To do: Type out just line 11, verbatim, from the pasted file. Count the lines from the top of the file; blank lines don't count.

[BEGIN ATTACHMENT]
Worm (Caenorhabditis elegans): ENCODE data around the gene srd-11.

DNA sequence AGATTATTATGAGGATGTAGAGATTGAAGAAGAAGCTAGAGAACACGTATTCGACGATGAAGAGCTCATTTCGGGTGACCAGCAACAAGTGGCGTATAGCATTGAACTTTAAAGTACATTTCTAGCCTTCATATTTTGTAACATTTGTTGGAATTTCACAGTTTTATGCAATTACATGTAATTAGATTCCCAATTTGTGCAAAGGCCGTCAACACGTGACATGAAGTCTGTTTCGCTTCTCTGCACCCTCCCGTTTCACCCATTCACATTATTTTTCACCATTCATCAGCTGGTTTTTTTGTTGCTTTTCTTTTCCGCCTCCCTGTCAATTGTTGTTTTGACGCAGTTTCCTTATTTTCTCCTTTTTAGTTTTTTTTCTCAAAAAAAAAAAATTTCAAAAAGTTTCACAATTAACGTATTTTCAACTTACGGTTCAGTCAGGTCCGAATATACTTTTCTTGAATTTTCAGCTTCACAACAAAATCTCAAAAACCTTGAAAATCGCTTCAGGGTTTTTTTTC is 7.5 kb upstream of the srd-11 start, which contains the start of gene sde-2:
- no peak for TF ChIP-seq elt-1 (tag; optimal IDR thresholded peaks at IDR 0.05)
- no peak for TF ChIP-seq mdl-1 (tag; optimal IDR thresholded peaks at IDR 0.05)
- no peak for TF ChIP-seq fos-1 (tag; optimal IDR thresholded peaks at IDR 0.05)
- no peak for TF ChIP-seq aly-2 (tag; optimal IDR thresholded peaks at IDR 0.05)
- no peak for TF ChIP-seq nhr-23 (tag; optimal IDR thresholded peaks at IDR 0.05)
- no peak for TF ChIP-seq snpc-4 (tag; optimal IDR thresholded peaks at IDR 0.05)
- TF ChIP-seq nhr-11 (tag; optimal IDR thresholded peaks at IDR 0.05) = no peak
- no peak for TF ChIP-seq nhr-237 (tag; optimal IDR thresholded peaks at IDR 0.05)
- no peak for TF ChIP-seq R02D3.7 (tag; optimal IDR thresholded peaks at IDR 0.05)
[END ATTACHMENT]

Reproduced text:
- no peak for TF ChIP-seq R02D3.7 (tag; optimal IDR thresholded peaks at IDR 0.05)